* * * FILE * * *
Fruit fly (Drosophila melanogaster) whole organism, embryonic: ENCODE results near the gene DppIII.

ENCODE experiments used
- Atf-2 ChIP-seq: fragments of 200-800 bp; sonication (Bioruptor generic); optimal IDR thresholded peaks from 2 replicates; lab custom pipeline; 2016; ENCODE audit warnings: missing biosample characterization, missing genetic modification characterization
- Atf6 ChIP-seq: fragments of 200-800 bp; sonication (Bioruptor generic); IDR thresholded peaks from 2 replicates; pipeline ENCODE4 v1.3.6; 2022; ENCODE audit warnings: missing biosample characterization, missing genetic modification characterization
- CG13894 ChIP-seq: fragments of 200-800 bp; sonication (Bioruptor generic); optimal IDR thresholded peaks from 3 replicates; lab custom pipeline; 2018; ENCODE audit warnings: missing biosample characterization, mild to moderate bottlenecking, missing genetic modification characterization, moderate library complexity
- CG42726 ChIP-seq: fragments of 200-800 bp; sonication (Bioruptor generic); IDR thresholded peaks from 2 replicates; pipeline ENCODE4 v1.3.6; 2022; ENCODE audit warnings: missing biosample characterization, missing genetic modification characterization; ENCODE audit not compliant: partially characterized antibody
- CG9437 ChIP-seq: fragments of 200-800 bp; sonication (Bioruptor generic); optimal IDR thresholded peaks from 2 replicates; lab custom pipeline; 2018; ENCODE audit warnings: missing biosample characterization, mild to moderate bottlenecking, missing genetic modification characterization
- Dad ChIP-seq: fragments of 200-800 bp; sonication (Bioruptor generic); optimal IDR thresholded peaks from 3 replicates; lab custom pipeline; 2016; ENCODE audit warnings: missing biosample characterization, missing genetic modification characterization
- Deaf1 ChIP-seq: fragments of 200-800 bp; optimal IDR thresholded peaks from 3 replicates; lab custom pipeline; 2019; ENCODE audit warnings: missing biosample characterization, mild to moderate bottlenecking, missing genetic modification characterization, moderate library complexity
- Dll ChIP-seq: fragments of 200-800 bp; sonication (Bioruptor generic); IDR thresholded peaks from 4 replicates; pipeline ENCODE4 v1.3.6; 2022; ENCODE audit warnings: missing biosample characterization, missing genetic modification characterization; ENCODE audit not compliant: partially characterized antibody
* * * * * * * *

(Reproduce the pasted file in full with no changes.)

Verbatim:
Fruit fly (Drosophila melanogaster) whole organism, embryonic: ENCODE results near the gene DppIII.

ENCODE experiments used
- Atf-2 ChIP-seq: fragments of 200-800 bp; sonication (Bioruptor generic); optimal IDR thresholded peaks from 2 replicates; lab custom pipeline; 2016; ENCODE audit warnings: missing biosample characterization, missing genetic modification characterization
- Atf6 ChIP-seq: fragments of 200-800 bp; sonication (Bioruptor generic); IDR thresholded peaks from 2 replicates; pipeline ENCODE4 v1.3.6; 2022; ENCODE audit warnings: missing biosample characterization, missing genetic modification characterization
- CG13894 ChIP-seq: fragments of 200-800 bp; sonication (Bioruptor generic); optimal IDR thresholded peaks from 3 replicates; lab custom pipeline; 2018; ENCODE audit warnings: missing biosample characterization, mild to moderate bottlenecking, missing genetic modification characterization, moderate library complexity
- CG42726 ChIP-seq: fragments of 200-800 bp; sonication (Bioruptor generic); IDR thresholded peaks from 2 replicates; pipeline ENCODE4 v1.3.6; 2022; ENCODE audit warnings: missing biosample characterization, missing genetic modification characterization; ENCODE audit not compliant: partially characterized antibody
- CG9437 ChIP-seq: fragments of 200-800 bp; sonication (Bioruptor generic); optimal IDR thresholded peaks from 2 replicates; lab custom pipeline; 2018; ENCODE audit warnings: missing biosample characterization, mild to moderate bottlenecking, missing genetic modification characterization
- Dad ChIP-seq: fragments of 200-800 bp; sonication (Bioruptor generic); optimal IDR thresholded peaks from 3 replicates; lab custom pipeline; 2016; ENCODE audit warnings: missing biosample characterization, missing genetic modification characterization
- Deaf1 ChIP-seq: fragments of 200-800 bp; optimal IDR thresholded peaks from 3 replicates; lab custom pipeline; 2019; ENCODE audit warnings: missing biosample characterization, mild to moderate bottlenecking, missing genetic modification characterization, moderate library complexity
- Dll ChIP-seq: fragments of 200-800 bp; sonication (Bioruptor generic); IDR thresholded peaks from 4 replicates; pipeline ENCODE4 v1.3.6; 2022; ENCODE audit warnings: missing biosample characterization, missing genetic modification characterization; ENCODE audit not compliant: partially characterized antibody